A Deep Bullish Dive Into Blueknight Energy Partners

Edwin Kye profile picture
Edwin Kye
959 Followers

Summary

  • Our conviction in Blueknight Energy Partners has increased following the publication of the company's Q3 earnings results.
  • We believe that the company is in the beginning innings of a turnaround following a string of poor capital allocation decisions and operational mistakes.
  • We are bullish on the name and will present an in-depth bull thesis on the company in this article.

Introduction

In our last article on Blueknight Energy Partners (NASDAQ:BKEP), we outlined several reasons why we are confident in the company's long-term trajectory. Following the publication of that article, the company reported solid Q3 earnings results that show successful cost reduction measures and improved operating performance in BKEP's Cushing oil storage business.

We would like to use this article to further expound on our long thesis on Blueknight and provide an in-depth analysis about the company and its long-term future.

Financial overview (in millions USD)

Share Price (BKEP)

1.15

Shares Outstanding

40.71

Share Price (NASDAQ:BKEPP)

5.34

Shares Outstanding

35.13

Market cap

234.41

(+) Debt

258.59

(-) Cash

2.78

Enterprise Value

490.22

(Source: CapitalIQ)

There are currently 40.7 million shares outstanding of BKEP common units, which trade on the NASDAQ as "BKEP". There are also 35.13 million shares outstanding of BKEPP, Blueknight's preferred shares.

Reasons for Share Price Decline

BKEP shares have endured a sharp downwards spiral for the past three years (the high during this time was $7.55) due in part to a series of poor capital allocation decisions and operational mistakes which have eroded the market's faith in the company and its management. We'll outline these mistakes below as well as other headwinds that have battered the company's share price.

(Source: thinkorswim)

Knight Warrior Pipeline

Blueknight announced plans in August 2014 to develop a 160-mile pipeline to transport crude oil for east Texas producers to the Gulf Coast. CEO Mark Hurley noted that the project would cost ~$300 million; would be the largest project ever undertaken by Blueknight; and that construction may be complete by March 2016.

In November 2015, Reuters reported that Blueknight was delaying the Knight Warrior pipeline for a few months because of "lower oil prices and reduced production". Hurley noted that the company had spent $30 million of the estimated $300 million total to complete the pipeline.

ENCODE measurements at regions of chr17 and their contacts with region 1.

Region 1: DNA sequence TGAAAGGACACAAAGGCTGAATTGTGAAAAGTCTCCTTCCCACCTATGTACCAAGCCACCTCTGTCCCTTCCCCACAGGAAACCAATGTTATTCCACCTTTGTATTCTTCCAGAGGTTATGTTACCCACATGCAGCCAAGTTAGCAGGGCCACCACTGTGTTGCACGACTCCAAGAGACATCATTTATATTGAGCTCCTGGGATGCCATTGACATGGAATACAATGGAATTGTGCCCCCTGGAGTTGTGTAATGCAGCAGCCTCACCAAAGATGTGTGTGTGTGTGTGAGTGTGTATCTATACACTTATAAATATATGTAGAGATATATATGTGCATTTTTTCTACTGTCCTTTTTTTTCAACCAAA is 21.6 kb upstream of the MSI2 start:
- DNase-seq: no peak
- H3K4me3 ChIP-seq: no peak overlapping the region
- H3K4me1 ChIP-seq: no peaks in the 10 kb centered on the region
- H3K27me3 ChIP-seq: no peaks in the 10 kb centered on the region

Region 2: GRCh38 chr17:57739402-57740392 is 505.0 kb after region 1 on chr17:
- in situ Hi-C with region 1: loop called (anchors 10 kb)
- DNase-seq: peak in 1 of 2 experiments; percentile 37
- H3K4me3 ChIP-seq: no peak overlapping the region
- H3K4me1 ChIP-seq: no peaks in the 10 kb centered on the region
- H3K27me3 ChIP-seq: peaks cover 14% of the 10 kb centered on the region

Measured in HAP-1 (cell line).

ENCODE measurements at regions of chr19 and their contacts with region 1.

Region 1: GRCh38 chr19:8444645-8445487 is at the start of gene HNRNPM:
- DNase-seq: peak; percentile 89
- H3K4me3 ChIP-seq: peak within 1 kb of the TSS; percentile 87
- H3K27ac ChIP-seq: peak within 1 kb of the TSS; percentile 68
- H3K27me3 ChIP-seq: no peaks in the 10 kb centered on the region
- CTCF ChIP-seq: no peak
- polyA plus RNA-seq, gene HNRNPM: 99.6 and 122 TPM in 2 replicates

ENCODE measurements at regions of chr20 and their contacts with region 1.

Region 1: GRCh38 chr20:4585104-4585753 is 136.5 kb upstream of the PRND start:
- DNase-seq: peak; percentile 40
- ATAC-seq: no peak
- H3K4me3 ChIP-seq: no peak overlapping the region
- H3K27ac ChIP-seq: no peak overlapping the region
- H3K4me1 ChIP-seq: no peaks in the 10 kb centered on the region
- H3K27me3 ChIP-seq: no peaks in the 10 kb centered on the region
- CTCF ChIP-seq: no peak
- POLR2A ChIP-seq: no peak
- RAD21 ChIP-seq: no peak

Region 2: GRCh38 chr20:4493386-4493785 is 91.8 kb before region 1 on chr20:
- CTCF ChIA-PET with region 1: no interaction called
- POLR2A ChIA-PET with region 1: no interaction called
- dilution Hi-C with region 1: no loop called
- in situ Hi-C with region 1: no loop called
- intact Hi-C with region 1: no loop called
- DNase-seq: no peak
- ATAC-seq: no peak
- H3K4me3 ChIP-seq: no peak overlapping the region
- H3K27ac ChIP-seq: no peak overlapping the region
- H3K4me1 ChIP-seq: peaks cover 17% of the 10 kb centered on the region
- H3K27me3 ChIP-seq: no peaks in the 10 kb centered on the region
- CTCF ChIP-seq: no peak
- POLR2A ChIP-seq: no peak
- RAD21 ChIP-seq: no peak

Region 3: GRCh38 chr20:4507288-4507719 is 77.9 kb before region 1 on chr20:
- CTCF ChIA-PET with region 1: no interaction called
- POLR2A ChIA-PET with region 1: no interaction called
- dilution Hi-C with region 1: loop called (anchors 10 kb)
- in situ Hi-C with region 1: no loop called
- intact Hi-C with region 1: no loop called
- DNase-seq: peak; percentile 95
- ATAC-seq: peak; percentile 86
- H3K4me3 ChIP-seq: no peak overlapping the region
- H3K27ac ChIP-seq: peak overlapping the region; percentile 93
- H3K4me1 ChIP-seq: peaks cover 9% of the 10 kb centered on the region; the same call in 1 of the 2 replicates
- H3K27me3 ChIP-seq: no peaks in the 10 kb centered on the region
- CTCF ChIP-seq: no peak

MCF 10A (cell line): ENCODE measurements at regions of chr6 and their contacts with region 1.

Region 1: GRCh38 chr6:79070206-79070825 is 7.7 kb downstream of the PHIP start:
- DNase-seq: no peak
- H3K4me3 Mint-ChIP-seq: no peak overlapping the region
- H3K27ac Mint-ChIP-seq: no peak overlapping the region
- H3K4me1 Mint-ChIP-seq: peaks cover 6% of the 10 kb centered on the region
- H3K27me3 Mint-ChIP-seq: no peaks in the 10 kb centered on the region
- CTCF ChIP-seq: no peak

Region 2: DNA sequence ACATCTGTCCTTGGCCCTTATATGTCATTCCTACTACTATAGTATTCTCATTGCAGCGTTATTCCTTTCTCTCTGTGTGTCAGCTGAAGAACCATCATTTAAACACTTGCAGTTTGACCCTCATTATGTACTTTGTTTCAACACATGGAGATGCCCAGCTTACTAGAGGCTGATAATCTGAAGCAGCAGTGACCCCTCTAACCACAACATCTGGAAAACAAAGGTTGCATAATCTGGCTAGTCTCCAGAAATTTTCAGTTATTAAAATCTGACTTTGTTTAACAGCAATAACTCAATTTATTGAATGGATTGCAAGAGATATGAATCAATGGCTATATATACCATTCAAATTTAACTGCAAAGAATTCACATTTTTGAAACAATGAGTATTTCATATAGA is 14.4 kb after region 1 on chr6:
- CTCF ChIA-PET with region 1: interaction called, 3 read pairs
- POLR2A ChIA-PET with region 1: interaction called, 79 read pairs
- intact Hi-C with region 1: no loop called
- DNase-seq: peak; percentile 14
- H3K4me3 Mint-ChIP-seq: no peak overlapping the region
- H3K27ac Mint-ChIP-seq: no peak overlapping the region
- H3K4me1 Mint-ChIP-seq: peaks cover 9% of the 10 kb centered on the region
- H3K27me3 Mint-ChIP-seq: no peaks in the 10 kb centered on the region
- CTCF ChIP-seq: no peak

The project was eventually canceled in the second quarter of 2016 (page 7 of 10-Q filing) "due to continued low rig counts in the Eaglebine/Woodbine area coupled with lower production volumes, competing projects and the overall impact of the decreased market price of crude oil." This led the company to take a $22.6 million impairment charge.

Cimarron Express Project

In May 2018, Blueknight announced a joint agreement with Kingfisher Midstream LLC, a wholly-owned subsidiary of Alta Mesa Resources, to develop a 65-mile crude oil pipeline from Kingfisher County, OK, to BKEP's terminals in Cushing, OK.

16 months following this announcement, Alta Mesa Resources filed for Ch. 11 bankruptcy and wrote down the value of its assets by $3.1 billion due to financial reporting failures that prompted an SEC investigation. AMR's bankruptcy coupled with a decline in oil prices in late 2018 effectively halted the Cimarron Express pipeline project and caused Blueknight to incur a $10 million impairment charge in Q4 2018.

While our analysis of the situation may be influenced by hindsight bias, we believe Blueknight management could have exercised more prudence by choosing a more conservative and well-capitalized company to partner with. Alta Mesa was established in 2017 with seed funding from Jim Hackett's Silver Run Acquisition Corp. II and a number of private equity players.

AMR grew quickly (it generated operating revenues of $513.6 million in 2018) by expanding aggressively and taking on debt. The company had no debt at the time of its IPO but $835 million in long-term debt and $322 million in interest expense obligations at the end of 2018 (page 78 of 10-K).

Implications

In our view, these decisions have negatively impacted Blueknight in two ways (above and beyond the financial impact of the impairment charges:

  • Investors need to have faith in management's ability to allocate capital wisely and prudently - these errors have eroded the market's faith in BKEP's management to do so and have reduced equity value.
  • The failure of these pipeline projects also dim the scope (to some extent) of BKEP's long-term prospects since these pipelines were meant to drive increased crude oil volume to the company's Cushing oil terminals. Successful project completion would have had a two-pronged benefit for BKEP investors (greater transportation and storage revenues).

Why We Are Bullish

Distributions